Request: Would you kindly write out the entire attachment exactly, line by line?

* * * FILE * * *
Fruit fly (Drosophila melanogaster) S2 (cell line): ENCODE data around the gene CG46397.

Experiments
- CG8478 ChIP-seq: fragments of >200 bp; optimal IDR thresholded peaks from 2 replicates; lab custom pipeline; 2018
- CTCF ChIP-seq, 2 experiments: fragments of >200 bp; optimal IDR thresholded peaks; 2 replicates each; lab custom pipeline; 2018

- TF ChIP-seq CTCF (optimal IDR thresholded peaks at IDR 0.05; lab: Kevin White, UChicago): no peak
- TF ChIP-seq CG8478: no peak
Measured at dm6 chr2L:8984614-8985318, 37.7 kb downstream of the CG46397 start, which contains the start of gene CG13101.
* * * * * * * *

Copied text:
Fruit fly (Drosophila melanogaster) S2 (cell line): ENCODE data around the gene CG46397.

Experiments
- CG8478 ChIP-seq: fragments of >200 bp; optimal IDR thresholded peaks from 2 replicates; lab custom pipeline; 2018
- CTCF ChIP-seq, 2 experiments: fragments of >200 bp; optimal IDR thresholded peaks; 2 replicates each; lab custom pipeline; 2018

- TF ChIP-seq CTCF (optimal IDR thresholded peaks at IDR 0.05; lab: Kevin White, UChicago): no peak
- TF ChIP-seq CG8478: no peak
Measured at dm6 chr2L:8984614-8985318, 37.7 kb downstream of the CG46397 start, which contains the start of gene CG13101.